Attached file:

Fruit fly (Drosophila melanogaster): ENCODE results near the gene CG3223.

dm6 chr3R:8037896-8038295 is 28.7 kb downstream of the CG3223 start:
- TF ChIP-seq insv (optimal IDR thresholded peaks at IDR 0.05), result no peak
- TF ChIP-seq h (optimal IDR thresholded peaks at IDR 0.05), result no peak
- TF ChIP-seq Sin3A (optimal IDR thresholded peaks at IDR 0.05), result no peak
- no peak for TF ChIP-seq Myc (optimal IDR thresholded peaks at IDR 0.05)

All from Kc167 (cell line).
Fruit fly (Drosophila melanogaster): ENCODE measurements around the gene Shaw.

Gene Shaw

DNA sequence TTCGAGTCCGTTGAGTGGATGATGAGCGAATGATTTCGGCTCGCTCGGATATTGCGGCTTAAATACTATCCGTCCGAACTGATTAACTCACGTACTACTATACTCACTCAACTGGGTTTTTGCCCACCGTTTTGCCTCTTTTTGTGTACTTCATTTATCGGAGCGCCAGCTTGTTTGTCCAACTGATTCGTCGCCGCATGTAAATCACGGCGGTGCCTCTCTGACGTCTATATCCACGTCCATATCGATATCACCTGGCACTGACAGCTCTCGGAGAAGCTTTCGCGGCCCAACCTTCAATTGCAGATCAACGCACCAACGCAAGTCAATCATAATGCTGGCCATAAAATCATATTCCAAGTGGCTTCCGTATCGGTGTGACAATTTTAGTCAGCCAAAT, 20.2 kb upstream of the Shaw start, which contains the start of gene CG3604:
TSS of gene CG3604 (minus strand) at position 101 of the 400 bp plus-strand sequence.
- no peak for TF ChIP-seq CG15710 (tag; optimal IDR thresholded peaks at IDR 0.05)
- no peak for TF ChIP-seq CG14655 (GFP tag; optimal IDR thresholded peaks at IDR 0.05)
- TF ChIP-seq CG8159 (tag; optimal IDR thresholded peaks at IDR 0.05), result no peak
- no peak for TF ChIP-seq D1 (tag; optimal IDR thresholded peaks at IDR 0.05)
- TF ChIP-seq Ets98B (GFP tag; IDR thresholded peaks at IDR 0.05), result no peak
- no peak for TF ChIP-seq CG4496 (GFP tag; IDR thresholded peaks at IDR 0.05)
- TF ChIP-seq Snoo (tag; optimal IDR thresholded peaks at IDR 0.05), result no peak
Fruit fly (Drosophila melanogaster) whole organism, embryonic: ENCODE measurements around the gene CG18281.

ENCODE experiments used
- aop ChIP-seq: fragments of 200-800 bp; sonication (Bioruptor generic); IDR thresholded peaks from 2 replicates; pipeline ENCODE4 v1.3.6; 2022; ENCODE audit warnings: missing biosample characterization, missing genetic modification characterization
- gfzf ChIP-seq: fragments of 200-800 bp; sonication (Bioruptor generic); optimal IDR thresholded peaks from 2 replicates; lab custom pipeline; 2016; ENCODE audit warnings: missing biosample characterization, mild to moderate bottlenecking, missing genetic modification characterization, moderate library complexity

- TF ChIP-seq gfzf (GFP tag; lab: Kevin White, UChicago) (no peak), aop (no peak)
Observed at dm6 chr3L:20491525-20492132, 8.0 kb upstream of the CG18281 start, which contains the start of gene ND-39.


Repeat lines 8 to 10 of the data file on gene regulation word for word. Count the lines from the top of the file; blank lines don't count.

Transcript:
Fruit fly (Drosophila melanogaster): ENCODE measurements around the gene Shaw.

Gene Shaw

DNA sequence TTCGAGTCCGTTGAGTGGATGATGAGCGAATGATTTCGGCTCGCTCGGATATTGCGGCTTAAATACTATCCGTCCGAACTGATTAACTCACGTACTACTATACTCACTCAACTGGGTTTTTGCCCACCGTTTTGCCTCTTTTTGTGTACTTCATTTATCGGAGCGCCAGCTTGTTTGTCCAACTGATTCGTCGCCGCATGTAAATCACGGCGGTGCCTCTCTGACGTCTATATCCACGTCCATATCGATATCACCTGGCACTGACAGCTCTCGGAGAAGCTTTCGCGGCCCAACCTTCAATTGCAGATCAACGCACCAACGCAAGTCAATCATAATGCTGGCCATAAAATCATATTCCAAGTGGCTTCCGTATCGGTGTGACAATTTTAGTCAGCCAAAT, 20.2 kb upstream of the Shaw start, which contains the start of gene CG3604: